A mother in Detroit is attempting to figure out how a note with the words “help me” put in her daughter’s underwear got there in the first place.
Nicole Perez discovered the phrase by chance after purchasing Disney-themed clothing for her daughter.
A New York company that distributes garments made in the Philippines received the note, and an inquiry is currently underway.
Tinkerbell-themed underwear was acquired the previous weekend at a mom-to-mom sale.
She was unprepared for the message inside the package when she opened it because she assumed she was just getting a good deal.
A piece of cardboard was taped with the words “Help me!” scrawled on it.
On the reverse of the piece of paper was scribbled the name “MayAnn,” which belonged to a woman. Following the words “Location: Philippines” was a phone number.
The underwear is made in the Philippines and shipped to New York, where Handcraft Manufacturing Corporation prepares them.
“I was terrified and trembling.”
According to Ms Perez, she “felt like everything just collapsed to my stomach.”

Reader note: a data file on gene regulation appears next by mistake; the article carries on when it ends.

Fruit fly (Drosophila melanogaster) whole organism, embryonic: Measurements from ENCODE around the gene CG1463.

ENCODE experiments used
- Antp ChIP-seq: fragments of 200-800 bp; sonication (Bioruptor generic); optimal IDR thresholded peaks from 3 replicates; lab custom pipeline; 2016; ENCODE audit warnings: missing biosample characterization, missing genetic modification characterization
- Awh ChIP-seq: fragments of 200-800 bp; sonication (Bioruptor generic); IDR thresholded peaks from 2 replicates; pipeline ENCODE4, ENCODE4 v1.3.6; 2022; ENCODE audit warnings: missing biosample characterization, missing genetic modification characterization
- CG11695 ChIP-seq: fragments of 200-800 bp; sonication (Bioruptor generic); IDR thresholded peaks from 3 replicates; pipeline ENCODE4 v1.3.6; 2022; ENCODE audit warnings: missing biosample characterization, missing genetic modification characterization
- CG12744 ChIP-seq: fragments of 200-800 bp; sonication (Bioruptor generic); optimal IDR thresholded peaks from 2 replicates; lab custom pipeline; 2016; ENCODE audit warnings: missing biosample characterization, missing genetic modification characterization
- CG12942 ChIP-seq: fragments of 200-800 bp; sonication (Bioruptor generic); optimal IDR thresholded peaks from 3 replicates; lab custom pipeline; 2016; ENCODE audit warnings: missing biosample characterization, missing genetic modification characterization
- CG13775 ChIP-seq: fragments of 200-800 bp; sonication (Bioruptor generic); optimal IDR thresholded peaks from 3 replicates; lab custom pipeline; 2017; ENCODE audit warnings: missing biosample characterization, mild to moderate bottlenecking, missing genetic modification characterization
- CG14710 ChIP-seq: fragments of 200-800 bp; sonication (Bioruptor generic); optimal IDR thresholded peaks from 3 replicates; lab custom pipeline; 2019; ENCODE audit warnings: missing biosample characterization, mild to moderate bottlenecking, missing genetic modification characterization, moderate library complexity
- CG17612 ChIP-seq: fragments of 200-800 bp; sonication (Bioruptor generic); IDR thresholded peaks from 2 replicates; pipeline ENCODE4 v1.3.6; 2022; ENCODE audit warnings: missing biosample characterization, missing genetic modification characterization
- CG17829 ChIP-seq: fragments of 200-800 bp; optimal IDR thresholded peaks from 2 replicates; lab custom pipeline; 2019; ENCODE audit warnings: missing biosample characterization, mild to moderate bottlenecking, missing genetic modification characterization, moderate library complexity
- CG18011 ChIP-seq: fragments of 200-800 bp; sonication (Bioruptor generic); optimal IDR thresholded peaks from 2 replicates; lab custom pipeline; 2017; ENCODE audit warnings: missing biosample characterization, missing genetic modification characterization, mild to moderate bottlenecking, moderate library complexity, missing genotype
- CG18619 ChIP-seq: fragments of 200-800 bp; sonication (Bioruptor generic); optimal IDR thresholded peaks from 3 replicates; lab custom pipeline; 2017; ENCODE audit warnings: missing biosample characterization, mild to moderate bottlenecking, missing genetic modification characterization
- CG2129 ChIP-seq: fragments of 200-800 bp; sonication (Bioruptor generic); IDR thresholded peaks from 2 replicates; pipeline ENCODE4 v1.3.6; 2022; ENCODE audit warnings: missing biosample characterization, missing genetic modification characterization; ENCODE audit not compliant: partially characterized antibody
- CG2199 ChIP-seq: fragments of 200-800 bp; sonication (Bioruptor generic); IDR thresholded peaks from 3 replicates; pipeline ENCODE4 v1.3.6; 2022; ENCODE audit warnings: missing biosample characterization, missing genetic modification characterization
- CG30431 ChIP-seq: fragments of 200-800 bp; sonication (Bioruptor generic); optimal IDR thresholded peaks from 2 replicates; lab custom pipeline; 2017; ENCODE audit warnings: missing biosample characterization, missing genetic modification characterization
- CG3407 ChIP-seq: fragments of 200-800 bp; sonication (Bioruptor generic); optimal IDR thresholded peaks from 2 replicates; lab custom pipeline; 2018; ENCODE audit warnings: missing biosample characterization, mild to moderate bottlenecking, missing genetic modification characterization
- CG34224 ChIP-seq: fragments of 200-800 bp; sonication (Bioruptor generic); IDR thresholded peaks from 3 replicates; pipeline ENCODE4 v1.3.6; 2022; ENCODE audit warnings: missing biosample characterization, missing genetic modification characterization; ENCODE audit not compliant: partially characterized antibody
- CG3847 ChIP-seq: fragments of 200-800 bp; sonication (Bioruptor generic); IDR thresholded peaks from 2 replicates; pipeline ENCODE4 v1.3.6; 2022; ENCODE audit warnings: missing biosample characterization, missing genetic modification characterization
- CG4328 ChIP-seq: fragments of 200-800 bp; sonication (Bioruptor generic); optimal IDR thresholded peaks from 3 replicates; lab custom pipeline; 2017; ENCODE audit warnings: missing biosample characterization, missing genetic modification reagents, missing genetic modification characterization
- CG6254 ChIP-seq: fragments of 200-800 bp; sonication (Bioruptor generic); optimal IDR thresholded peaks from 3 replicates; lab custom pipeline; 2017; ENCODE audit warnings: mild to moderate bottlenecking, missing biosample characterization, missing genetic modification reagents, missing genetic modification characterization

She contacted the company through email, and they swiftly responded with an apology and an offer to send her a new pair of underwear.
Ms Perez was shaken and terrified, but her main worry was for the woman who had written the note.
Someone is begging for assistance when stitching together this underwear, so you question if this is forced labour or if they are simply working long hours.
You consider your children and pray that this is not the case. When she decided to contact the number, no one responded.
According to the Philippine American Cultural Center of Michigan, the phone number could belong to a pre-paid smartphone, which is challenging to track down.
Furthermore, they stated that labour rules were in place in the Philippines to safeguard textile workers.
According to Irwin Mizrahi, president of Handcraft Manufacturing, the company that creates children’s apparel, the note looks to have been written by a factory worker.
He has stated that the corporation will investigate both the document’s origin and the abuse allegations’ veracity.